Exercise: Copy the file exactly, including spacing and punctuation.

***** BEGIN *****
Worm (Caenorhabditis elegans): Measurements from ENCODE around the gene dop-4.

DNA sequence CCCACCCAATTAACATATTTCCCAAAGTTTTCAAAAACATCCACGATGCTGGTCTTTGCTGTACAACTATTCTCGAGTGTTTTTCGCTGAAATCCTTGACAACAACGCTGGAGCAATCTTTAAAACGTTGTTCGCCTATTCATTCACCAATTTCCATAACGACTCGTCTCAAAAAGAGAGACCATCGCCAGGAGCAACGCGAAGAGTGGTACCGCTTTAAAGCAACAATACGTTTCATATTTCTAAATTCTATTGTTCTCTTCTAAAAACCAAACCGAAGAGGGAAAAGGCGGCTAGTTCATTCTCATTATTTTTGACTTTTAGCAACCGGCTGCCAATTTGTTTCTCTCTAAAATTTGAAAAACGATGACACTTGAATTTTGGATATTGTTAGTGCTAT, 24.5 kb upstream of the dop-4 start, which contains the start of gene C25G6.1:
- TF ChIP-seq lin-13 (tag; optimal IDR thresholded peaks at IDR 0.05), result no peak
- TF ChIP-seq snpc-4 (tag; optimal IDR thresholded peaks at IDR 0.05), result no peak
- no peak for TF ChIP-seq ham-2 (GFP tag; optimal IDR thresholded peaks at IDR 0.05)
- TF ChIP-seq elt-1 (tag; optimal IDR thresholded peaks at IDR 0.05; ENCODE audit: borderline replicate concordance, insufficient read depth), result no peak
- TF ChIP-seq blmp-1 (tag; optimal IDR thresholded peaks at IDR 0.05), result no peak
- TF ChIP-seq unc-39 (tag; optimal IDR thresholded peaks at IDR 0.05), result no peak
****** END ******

Worm (Caenorhabditis elegans): Measurements from ENCODE around the gene dop-4.

DNA sequence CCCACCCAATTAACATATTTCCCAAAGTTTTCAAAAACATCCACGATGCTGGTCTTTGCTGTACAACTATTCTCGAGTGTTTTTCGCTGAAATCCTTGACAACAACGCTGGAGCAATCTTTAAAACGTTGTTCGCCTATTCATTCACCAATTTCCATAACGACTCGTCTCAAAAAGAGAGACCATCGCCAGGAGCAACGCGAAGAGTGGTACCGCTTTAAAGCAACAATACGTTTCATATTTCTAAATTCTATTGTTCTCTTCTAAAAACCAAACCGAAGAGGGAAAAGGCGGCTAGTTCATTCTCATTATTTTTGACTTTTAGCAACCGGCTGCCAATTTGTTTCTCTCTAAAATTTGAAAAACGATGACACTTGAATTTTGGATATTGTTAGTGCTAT, 24.5 kb upstream of the dop-4 start, which contains the start of gene C25G6.1:
- TF ChIP-seq lin-13 (tag; optimal IDR thresholded peaks at IDR 0.05), result no peak
- TF ChIP-seq snpc-4 (tag; optimal IDR thresholded peaks at IDR 0.05), result no peak
- no peak for TF ChIP-seq ham-2 (GFP tag; optimal IDR thresholded peaks at IDR 0.05)
- TF ChIP-seq elt-1 (tag; optimal IDR thresholded peaks at IDR 0.05; ENCODE audit: borderline replicate concordance, insufficient read depth), result no peak
- TF ChIP-seq blmp-1 (tag; optimal IDR thresholded peaks at IDR 0.05), result no peak
- TF ChIP-seq unc-39 (tag; optimal IDR thresholded peaks at IDR 0.05), result no peak